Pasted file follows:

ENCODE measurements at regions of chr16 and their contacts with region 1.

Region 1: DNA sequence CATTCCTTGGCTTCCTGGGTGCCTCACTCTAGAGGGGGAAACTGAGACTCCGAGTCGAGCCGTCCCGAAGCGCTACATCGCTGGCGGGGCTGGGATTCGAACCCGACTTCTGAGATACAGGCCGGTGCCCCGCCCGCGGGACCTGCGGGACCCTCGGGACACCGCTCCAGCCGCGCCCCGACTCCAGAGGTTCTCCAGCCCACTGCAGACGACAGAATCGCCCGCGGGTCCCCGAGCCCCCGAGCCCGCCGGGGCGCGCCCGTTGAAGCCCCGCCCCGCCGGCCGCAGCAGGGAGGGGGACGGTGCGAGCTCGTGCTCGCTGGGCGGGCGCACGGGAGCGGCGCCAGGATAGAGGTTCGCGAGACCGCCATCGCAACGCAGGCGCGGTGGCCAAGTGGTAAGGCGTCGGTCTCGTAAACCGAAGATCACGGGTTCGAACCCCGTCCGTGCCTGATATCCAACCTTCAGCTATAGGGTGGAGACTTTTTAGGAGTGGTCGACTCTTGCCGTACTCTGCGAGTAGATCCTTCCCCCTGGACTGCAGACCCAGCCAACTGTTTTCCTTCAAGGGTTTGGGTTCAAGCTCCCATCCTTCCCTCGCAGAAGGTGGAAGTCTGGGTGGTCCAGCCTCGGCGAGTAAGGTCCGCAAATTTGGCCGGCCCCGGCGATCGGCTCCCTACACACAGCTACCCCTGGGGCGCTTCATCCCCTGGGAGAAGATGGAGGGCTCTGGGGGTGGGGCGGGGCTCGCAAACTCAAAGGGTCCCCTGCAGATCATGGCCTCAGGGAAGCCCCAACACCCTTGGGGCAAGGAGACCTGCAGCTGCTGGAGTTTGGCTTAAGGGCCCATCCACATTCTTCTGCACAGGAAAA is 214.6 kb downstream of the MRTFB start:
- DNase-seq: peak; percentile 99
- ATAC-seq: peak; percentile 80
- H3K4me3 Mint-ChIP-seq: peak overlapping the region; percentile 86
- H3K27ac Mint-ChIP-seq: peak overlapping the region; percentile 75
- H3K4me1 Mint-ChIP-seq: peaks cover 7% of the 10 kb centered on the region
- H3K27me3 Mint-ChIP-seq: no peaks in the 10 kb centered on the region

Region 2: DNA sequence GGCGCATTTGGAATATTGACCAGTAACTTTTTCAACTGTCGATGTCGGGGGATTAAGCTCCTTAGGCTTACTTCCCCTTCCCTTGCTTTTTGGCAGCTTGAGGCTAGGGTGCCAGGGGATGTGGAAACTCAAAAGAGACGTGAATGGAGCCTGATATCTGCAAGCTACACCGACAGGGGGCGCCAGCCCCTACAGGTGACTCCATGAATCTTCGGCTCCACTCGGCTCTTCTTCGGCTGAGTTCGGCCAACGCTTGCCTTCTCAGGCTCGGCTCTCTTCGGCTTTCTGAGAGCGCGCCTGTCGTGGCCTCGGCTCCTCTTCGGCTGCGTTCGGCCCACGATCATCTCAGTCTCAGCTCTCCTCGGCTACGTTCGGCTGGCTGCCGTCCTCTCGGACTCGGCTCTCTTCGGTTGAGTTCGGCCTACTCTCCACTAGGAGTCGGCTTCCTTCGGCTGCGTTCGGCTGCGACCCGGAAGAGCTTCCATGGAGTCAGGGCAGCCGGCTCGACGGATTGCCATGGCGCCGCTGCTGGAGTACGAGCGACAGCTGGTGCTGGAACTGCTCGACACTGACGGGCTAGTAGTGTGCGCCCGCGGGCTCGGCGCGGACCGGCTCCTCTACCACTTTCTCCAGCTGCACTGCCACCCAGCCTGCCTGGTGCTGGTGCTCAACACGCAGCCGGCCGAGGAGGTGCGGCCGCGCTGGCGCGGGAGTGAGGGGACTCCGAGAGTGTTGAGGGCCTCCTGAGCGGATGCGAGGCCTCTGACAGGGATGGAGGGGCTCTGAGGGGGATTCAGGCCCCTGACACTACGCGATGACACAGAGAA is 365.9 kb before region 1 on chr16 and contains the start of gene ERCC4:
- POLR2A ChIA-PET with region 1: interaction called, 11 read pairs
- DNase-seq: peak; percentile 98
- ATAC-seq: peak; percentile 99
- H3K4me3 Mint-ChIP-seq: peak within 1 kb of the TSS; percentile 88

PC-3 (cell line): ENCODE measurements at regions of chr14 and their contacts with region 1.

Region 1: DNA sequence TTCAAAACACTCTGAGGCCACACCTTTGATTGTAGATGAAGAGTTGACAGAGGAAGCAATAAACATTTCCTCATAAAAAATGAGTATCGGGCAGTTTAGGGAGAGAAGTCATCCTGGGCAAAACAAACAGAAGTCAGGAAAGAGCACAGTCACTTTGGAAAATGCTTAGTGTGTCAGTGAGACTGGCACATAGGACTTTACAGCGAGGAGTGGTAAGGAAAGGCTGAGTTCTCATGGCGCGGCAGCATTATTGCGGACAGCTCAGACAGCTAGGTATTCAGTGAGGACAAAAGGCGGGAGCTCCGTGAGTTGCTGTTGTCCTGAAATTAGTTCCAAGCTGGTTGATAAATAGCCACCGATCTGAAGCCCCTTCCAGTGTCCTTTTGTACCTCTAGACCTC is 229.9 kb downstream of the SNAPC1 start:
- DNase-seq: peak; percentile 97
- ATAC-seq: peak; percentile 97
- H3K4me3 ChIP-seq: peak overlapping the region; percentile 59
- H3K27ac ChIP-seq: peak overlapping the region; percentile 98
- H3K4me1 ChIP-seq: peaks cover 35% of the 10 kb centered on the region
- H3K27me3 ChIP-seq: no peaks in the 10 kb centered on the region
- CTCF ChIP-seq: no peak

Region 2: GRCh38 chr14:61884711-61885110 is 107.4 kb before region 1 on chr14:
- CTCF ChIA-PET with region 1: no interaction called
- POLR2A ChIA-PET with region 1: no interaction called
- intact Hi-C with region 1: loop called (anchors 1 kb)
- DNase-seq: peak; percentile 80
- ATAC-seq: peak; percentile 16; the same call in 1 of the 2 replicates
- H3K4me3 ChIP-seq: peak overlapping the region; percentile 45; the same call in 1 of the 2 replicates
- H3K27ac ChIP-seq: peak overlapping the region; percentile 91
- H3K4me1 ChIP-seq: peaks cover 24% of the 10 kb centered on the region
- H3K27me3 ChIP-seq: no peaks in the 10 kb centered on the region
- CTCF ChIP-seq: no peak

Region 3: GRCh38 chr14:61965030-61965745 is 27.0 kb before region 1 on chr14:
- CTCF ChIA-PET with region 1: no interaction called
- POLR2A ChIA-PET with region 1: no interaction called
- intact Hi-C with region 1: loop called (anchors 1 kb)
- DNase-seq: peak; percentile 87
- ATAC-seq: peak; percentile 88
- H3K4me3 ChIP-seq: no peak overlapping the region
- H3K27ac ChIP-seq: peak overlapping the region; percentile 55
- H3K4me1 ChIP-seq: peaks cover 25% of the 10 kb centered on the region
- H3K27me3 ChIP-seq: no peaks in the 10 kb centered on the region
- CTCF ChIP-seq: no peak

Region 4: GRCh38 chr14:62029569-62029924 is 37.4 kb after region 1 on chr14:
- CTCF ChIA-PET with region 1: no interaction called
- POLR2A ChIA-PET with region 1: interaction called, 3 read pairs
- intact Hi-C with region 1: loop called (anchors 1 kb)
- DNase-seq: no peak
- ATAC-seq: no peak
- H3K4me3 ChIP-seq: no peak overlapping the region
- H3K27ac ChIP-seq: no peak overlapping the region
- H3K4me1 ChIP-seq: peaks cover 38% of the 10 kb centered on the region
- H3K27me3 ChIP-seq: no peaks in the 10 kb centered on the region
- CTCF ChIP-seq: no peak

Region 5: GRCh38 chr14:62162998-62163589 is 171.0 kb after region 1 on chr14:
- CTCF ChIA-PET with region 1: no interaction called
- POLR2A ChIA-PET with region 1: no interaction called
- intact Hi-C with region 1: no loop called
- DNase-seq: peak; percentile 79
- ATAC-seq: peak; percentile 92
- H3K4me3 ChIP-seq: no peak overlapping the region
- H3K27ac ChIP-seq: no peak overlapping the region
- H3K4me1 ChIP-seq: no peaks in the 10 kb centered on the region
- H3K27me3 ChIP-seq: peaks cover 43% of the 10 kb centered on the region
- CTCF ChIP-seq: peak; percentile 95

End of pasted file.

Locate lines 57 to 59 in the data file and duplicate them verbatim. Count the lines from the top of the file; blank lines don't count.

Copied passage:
- CTCF ChIA-PET with region 1: no interaction called
- POLR2A ChIA-PET with region 1: no interaction called
- intact Hi-C with region 1: no loop called